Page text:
The rapid technological advances in drone technology, together with their affordability and ease of customization, has made them an increasingly important tool for scientists studying wildlife and the environment. Rhode Island researchers are taking advantage of them for such wide-ranging uses as monitoring algae blooms, assessing forest damage following storms, and creating high-resolution maps of the landscape.
Paolo Stegagno, a new engineering professor at the University of Rhode Island, worries that some people may think that drones are the solution to every problem, and he is skeptical
will be effective at delivering packages or pizzas, as some companies claim.
|URI engineer Paolo Stegagno and his drone (Nora Lewis)|
“But there are some tasks that drones are really useful for, tasks in which you have to reach someplace that has difficult terrain to go over or could be dangerous for people,” he said. “They can also collect a lot of data that is difficult to collect otherwise, like infrared imagery or thermal information from wildfires or from people in distress. If you select the right sensor for a specific task, you can get a better point of view of what’s going on.”
Stegagno is working with scientists in three other states to collect data about how algae blooms develop in lakes in an effort to better predict when they might occur. That data will be shared with the Watershed Watch program, which tracks water quality in most of Rhode Island’s water bodies.
“We don’t really have any real knowledge of what actually triggers the blooms, so we can’t predict them now,” he said. “We plan to put drones in the air and surface vehicles on the water to collect data using specific bands of light to determine the factors driving the blooms.”
The project will begin this spring by monitoring algae blooms in Barber Pond and Yawgoo Pond in South Kingstown.
Jason Parent, another new URI professor, is using drones to map forest characteristics like canopy density and tree mortality and to measure stem density and diameter.
“These are characteristics of a forest that indicate forest health and tree risk to infrastructure, when they’re more vulnerable to failure during storms,” he said. “I’m using that data to help better manage the roadside forest, to reduce risk so we can invest resources in the most beneficial treatments.”
The objective is to help utility companies and municipalities identify trees that are a threat to power lines and other infrastructure so they may be trimmed or removed before the trees fall. Parent is working with colleagues at the University of Connecticut and Connecticut utilities on a vegetation management program to manage the forest within 100 feet of the roadside by removing unhealthy trees. He hopes to initiate a similar project with National Grid in Rhode Island.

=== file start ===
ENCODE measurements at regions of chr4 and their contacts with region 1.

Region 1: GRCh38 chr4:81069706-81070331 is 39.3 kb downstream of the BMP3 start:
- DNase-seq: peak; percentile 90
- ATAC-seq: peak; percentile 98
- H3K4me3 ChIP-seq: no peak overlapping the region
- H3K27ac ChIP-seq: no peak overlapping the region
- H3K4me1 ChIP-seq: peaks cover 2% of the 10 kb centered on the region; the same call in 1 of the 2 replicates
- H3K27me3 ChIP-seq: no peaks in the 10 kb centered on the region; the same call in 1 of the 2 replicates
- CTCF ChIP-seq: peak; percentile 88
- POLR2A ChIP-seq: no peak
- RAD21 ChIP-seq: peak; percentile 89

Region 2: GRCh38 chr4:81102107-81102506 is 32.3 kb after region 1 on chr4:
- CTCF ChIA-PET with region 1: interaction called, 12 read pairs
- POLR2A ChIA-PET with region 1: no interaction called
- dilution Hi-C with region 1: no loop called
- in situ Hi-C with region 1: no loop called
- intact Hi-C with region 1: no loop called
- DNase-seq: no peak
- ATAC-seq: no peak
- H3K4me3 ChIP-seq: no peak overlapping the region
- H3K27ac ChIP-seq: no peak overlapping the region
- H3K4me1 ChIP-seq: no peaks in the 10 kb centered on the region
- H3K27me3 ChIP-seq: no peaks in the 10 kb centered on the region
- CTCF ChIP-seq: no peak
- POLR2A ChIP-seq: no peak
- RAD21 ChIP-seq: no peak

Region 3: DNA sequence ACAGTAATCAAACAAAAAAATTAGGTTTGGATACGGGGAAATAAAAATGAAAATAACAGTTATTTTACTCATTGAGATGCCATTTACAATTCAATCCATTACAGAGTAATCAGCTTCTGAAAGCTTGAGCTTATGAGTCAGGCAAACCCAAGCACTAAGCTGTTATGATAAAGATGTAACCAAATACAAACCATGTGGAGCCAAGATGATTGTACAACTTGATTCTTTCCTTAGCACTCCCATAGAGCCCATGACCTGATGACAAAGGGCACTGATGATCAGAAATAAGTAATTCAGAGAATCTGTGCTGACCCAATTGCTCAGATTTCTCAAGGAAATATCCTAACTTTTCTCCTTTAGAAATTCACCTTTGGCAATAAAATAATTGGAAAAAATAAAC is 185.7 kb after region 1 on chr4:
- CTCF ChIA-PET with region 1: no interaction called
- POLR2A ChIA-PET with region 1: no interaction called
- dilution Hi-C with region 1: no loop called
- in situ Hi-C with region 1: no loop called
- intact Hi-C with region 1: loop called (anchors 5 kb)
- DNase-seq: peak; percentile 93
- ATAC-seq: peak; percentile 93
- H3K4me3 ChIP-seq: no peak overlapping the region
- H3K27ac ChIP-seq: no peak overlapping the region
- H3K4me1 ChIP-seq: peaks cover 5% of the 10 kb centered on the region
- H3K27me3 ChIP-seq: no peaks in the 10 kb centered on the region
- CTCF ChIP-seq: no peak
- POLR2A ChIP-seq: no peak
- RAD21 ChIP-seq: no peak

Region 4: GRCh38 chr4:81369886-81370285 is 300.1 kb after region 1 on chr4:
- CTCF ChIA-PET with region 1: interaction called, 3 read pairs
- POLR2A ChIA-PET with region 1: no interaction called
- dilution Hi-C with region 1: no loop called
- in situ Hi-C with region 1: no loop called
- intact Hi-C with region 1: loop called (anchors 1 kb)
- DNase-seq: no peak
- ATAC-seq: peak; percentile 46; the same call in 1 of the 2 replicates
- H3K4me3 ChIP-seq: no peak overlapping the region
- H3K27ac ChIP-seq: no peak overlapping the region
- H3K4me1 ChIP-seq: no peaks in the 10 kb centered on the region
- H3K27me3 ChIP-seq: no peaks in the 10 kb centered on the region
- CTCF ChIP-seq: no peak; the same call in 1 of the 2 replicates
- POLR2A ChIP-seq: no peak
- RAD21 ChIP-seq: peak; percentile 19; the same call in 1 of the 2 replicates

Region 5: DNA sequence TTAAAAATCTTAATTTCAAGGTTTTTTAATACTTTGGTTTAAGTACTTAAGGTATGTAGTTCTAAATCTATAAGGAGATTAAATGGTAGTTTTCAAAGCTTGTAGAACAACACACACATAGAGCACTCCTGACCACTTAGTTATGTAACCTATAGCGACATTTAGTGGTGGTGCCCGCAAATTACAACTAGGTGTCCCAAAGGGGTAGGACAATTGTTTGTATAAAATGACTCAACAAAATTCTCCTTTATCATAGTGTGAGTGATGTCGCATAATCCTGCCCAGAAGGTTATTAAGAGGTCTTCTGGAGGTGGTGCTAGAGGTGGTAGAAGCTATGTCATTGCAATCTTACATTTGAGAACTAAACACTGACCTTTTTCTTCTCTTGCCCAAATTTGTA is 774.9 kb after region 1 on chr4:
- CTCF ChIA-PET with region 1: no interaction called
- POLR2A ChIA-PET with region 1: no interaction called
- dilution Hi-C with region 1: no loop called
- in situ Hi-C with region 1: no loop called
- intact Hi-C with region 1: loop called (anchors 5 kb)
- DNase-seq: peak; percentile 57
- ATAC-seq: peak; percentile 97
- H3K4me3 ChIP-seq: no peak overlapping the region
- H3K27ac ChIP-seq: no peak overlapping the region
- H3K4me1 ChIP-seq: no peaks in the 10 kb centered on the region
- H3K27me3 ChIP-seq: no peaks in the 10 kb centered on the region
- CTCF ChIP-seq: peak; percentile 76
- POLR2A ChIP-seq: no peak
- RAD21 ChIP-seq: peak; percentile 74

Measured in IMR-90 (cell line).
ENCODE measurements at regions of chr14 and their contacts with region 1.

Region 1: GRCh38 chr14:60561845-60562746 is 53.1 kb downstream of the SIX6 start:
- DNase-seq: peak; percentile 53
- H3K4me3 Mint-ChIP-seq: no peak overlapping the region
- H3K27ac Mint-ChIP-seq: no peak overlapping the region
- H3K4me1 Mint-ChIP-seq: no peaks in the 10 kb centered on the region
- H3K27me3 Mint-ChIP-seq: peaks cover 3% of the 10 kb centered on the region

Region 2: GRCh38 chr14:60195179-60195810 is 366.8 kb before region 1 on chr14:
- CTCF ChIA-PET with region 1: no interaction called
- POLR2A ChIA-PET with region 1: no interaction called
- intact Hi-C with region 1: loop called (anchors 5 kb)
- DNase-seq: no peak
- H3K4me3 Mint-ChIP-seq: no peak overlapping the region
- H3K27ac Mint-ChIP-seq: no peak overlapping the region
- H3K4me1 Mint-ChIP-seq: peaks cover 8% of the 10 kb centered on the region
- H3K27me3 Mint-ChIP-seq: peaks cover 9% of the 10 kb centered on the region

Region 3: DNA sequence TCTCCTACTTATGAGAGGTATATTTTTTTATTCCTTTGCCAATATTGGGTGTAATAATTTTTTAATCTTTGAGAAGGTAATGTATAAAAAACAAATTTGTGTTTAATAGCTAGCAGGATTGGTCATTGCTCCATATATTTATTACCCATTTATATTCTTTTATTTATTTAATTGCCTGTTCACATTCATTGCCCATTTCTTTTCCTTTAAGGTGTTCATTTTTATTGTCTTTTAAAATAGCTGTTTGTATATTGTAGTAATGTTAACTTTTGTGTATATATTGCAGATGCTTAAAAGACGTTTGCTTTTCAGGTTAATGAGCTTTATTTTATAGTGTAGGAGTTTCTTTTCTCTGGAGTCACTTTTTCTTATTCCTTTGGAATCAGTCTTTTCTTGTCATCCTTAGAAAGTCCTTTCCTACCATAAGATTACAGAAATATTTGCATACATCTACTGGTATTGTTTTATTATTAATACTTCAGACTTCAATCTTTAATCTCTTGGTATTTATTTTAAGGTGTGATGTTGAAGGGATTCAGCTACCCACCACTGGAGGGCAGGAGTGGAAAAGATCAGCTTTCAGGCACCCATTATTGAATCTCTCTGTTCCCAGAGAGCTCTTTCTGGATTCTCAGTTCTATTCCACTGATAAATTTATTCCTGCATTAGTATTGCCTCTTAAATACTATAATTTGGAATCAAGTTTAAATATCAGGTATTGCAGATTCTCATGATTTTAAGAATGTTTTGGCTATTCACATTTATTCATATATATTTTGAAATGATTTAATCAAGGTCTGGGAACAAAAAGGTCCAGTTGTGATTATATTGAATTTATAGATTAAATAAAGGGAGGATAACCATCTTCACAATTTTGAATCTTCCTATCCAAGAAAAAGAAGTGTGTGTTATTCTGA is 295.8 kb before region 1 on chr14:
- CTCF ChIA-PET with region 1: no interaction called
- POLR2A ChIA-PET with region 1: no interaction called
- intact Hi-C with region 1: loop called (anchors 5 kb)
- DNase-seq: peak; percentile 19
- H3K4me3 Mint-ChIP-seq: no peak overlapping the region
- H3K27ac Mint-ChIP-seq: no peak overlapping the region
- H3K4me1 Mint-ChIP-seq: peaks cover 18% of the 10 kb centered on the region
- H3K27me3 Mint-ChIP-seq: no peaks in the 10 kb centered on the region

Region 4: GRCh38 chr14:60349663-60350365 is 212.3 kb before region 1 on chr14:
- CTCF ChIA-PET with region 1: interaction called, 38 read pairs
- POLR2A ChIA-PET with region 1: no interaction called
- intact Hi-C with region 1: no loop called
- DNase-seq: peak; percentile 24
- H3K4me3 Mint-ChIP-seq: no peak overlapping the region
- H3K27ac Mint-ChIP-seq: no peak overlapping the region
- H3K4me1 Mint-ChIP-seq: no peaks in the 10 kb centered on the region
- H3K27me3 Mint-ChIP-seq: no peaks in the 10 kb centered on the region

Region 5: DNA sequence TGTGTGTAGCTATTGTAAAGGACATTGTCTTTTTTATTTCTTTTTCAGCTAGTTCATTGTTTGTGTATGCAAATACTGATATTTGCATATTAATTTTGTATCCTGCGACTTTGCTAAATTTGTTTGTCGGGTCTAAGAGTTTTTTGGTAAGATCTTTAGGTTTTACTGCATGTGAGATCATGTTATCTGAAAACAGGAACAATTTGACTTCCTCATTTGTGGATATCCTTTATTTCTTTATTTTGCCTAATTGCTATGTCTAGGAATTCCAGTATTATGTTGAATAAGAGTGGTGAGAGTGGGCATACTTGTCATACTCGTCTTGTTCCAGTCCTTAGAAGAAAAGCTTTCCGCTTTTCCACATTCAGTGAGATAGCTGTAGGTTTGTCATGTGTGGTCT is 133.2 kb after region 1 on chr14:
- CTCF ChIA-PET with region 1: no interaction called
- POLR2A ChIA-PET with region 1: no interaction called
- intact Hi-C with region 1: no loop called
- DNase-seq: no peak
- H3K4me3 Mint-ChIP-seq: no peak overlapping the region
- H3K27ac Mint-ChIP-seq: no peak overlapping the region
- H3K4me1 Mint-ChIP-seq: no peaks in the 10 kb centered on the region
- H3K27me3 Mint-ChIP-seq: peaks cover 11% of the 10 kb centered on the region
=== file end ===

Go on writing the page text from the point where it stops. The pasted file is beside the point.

“It’s an intense program, so it needs to be targeted where it can have the biggest impact, and drones help to identify priority areas,” he said. “Drones are limited by their battery power and other restrictions, so we use them to calibrate data collected by planes. The airborne data has lots of information, but it’s hard to interpret and you can’t get to the same level of detail as you can with drones. So we’re using drones to ground-truth the airborne data.”
Parent is also beginning a project to use drones to map the inside of buildings to create indoor navigation systems for first responders.
At the URI Environmental Data Center, which creates ecological maps of the entire state for a wide variety of environmental applications, drones are being used to create high-resolution imagery for use in classifying habitats and land cover.
“We’re hoping drones will allow us to image over smaller areas and capture much more precise information at times of the year when we can call the shots and not have to wait for the state’s periodic overflights,” said Charles LaBash, director of the center, who notes that the Rhode Island Department of Transportation collects aerial photography of the state by conventional aircraft three times each year to support its stormwater management efforts and other projects. “If something is happening now, we can go up and mobilize relatively quickly. That’s the advantage of drones.”
For instance, staff at the Environmental Data Center are using drones to monitor the progress of several efforts by the Coastal Resources Management Council, Save the Bay and others to raise the elevation of salt marshes that are threatened by rising sea levels and storm surge.
“Drones give us a way to monitor the success of the vegetation that’s taking root out there,” LaBash said. “You can look at it with your eyes, but having that imagery gives you a consistent way to document the geospatial position and extent of revegetated areas.”
When conditions are right, the center is also using drones to look into the water in the state’s coastal ponds to map the location of eelgrass beds. It also has used its drones to test equipment used by other researchers that detects migratory birds flying by the Block Island wind farm, among other projects.“There are many other possible uses of drones that we’re just beginning to think about,” said Stegagno, the URI engineering professor, “like monitoring wide areas for early detection of wildfires or for use in precision agriculture, where you collect data from crops to figure out whether your plants are in distress. All you have to do is customize them with the right sensors.”